August 17, 2010

Let Them Play

Marc Comtois

So now it's recess. Well, as a former high-energy boy, I'm not sure what I'd done if I had been forced to while away all the hours of the school day in a structured environment. Back in my day, we had a morning and afternoon recess (plus a lunch break!). The promise of those pending breaks are what got me through the hours spent in class. I knew that after math, I'd be back playing kickball or whatever else. And yeah, I'd have to go back into class, but the physical energy spent somehow helped to focus my young mind on the task at hand. Funny how that works.

But now we're told there just isn't enough time in the day to meet all of the requirements demanded by government and, implicitly, parents. So traditional recess of the free-form variety is being done away in favor of a more structured version. Just what our kids need: more structure in their already too-structured play time.

My wife, a member of our school's PTO who is at the school most days, has told me how she watches the kids at recess and that they have no clue how to play by themselves. For instance, soccer games quickly devolve into anything goes free-for-alls where the ball is usually carried (more like rugby). That's why there are programs in some schools that are actually teaching kids how to play. How sad. But at least these programs are aimed at giving the tools and ability to play on their own. A shorter, more structured "recess" will do just the opposite.

The problem is that we've raised--and continue to raise--a generation that thinks it needs adult supervision to play a game. Self-organizing doesn't happen. Kids are over-scheduled in their free time, whether it be dance or sports or karate or whatever. Too often, instead of fostering an interest, these organized forms of recreation end up being the only kind that kids get. Recess is one of the last places where they can just do what kids are supposed to do: play.

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"But now we're told there just isn't enough time in the day to meet all of the requirements"

Ohhh, you came so close and I thought you were going to go there.

Lengthen the school day. As it is, teachers complain that they have to do work at home after that six hour and 45 minute work day (minus lunch). So why not simply lengthen the school day so there is time for recess and if you send out enough classes with sufficient supervision that not all teachers need to be out there, let the teachers do some of their "home work" during recess, freeing them up at night! Win-win!

Posted by: Patrick at August 17, 2010 10:43 AM

I'd love to see how that would go over, Patrick.

I had an enlightening conversation with a Providence City Councilman a few months ago:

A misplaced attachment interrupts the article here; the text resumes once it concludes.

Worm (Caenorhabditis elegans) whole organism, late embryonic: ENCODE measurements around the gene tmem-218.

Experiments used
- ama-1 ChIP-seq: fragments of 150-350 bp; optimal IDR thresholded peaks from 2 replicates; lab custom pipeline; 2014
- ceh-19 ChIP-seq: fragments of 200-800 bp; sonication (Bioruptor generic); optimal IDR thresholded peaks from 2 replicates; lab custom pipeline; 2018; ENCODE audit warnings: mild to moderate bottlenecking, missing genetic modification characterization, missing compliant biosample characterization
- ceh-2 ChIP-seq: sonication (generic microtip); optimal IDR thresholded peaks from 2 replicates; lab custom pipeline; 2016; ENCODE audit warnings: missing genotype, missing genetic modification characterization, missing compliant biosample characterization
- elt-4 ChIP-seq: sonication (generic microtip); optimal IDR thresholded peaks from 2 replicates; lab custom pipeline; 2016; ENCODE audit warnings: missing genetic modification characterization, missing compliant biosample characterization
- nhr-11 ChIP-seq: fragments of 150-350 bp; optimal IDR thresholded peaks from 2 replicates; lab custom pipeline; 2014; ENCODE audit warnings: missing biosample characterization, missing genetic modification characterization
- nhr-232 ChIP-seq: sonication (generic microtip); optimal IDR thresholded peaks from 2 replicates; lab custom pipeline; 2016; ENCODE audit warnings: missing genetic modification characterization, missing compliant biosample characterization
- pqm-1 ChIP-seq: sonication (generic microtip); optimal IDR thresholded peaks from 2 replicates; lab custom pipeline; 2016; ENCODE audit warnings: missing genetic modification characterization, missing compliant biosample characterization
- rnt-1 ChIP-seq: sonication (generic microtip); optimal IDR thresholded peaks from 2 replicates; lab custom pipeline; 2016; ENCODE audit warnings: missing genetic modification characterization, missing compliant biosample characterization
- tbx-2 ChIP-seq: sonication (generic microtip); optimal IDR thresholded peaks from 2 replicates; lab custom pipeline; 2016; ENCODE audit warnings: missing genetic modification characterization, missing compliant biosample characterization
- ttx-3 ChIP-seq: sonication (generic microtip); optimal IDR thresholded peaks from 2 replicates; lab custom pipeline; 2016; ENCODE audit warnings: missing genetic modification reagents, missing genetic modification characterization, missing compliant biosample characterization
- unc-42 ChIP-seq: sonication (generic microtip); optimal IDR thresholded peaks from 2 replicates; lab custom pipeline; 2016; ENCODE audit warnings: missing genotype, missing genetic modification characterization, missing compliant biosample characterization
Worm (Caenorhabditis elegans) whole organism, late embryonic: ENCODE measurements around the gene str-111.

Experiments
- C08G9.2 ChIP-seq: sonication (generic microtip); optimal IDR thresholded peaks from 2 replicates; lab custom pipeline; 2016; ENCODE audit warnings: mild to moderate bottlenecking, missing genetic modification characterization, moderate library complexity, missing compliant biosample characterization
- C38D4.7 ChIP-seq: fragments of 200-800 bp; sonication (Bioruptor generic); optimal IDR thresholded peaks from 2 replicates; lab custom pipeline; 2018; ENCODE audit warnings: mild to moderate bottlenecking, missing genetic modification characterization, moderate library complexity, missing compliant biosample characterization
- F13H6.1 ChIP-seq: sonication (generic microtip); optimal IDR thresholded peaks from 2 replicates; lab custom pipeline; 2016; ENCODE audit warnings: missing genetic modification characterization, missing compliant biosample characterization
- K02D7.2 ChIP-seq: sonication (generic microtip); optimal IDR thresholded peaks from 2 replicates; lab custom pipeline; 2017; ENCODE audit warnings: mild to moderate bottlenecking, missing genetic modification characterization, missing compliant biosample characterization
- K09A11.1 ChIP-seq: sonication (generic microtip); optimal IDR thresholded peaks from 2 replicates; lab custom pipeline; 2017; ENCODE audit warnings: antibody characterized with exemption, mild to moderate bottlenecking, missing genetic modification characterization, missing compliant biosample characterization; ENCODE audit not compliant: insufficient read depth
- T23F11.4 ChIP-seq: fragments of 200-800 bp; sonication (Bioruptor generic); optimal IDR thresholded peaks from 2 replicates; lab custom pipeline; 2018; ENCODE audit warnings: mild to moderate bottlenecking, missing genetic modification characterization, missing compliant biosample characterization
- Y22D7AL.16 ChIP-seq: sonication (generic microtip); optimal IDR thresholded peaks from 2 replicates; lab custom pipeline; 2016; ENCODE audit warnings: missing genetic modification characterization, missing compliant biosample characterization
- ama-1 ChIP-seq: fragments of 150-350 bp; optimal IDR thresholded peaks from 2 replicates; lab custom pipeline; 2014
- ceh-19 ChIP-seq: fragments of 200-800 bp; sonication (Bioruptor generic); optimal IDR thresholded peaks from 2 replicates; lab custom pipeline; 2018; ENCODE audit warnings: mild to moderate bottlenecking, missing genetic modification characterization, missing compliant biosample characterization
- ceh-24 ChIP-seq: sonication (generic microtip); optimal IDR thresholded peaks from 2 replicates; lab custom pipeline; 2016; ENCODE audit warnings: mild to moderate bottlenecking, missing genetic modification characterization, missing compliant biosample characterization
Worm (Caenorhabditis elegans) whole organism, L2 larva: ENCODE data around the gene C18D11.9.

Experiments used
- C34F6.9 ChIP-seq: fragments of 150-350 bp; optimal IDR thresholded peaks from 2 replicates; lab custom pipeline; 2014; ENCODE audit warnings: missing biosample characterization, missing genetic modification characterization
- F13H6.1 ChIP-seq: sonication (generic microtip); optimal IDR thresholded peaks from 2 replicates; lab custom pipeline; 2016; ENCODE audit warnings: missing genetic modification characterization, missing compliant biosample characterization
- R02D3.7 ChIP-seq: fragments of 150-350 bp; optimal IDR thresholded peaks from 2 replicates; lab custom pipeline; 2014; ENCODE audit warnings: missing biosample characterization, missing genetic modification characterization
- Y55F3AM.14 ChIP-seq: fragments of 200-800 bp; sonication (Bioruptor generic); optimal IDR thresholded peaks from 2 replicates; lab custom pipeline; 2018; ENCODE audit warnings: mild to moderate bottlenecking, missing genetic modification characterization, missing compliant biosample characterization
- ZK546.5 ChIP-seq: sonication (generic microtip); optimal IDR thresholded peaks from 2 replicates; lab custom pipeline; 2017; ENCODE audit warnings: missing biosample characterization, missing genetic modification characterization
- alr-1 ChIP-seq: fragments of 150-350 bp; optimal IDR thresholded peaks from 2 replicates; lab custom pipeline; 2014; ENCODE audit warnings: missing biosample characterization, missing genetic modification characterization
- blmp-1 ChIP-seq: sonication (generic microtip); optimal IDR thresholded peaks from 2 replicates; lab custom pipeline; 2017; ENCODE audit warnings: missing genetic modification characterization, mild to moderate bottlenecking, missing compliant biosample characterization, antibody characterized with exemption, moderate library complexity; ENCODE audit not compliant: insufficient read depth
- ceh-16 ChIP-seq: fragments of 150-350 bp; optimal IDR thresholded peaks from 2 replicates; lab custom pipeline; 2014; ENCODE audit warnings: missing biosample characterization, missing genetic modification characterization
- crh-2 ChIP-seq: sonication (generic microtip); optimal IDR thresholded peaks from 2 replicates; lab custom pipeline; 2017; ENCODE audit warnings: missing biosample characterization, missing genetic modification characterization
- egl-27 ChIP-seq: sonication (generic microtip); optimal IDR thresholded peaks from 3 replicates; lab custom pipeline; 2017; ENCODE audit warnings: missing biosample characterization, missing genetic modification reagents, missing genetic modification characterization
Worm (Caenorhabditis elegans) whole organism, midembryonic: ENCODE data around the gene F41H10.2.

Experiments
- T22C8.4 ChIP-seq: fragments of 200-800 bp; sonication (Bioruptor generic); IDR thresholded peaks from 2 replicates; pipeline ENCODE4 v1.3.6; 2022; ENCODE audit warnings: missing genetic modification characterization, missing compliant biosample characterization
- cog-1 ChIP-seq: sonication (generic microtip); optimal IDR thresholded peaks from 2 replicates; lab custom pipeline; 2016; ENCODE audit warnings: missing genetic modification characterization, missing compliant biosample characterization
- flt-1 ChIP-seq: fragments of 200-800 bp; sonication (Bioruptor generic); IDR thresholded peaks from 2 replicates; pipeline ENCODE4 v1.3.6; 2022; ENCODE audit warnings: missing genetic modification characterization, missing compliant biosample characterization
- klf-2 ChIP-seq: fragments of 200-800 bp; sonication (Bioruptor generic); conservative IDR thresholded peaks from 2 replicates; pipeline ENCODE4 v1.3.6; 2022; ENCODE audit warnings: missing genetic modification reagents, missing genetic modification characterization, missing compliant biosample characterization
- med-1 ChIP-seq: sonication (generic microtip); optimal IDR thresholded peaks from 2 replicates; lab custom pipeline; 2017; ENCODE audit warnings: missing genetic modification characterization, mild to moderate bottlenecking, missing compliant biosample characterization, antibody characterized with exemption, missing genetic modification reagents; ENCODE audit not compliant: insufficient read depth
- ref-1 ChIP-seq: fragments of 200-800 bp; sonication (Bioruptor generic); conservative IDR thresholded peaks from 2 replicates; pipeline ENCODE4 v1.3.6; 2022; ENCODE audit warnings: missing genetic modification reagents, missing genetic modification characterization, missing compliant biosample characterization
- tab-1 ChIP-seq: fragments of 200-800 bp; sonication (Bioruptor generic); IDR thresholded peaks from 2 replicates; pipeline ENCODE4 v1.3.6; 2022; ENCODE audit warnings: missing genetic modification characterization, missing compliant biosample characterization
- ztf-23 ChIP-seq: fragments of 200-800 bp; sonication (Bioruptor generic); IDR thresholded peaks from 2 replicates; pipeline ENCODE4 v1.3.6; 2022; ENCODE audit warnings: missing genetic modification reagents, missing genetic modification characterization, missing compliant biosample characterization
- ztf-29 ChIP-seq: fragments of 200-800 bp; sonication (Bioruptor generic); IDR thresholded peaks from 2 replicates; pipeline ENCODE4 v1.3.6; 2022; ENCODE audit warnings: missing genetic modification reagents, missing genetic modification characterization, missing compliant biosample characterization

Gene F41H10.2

MG: "Why are all the catchbasins full of sand? I don't like when streets flood."
CC: "We're under-resourced!"
MG: "But they used to be clean ten years ago, and the budget for public works is much higher than it was then. Providence hasn't grown much, has it?"
CC: "No, but we only have one machine to clean them out, it costs $250K, and it's on full-duty. We need another machine."
MG: "Why not run the one machine for two or three shifts? It would be like getting a 'second' machine if you just ran it for more hours every day."
CC: "Oh, those guys won't work nights."

Posted by: mangeek at August 17, 2010 11:35 AM

More like, "Oh, we won't pay them overtime."

Structured soccer games? We had a game at recess at St. Kevins. We called it muckle. Throw a ball in the air, whoever catches it has to run away from the mob intent on muckling him. The parking lot was our playground. Pavement hurts when muckled, and wreaks havoc on the uniforms. I think me an my brother kept Donneley's in business in the seventies.

Posted by: michael at August 17, 2010 11:58 AM

>>More like, "Oh, we won't pay them overtime."

Why do they have to be paid overtime? Why not put an ad in the paper for machine operators to work 4 pm to midnight. That's the work day. If they're needed to work before 4 pm or after midnight, that's overtime.

Heck, you could even lay off a few of the day workers and let them re-apply for the night job.

Posted by: Patrick at August 17, 2010 12:19 PM

Michael, Don't get me wrong, we had muckle-like games too. But we also played "regular" games and no one messed them up by creating rules on the fly. Soccer, basketball, kickball, softball, you name it, we played it and everyone went by the rules. That's because we did it all the time on our own.

Posted by: Marc at August 17, 2010 8:50 PM

Right on, Mark, I'm with you.

Posted by: michael at August 17, 2010 11:42 PM
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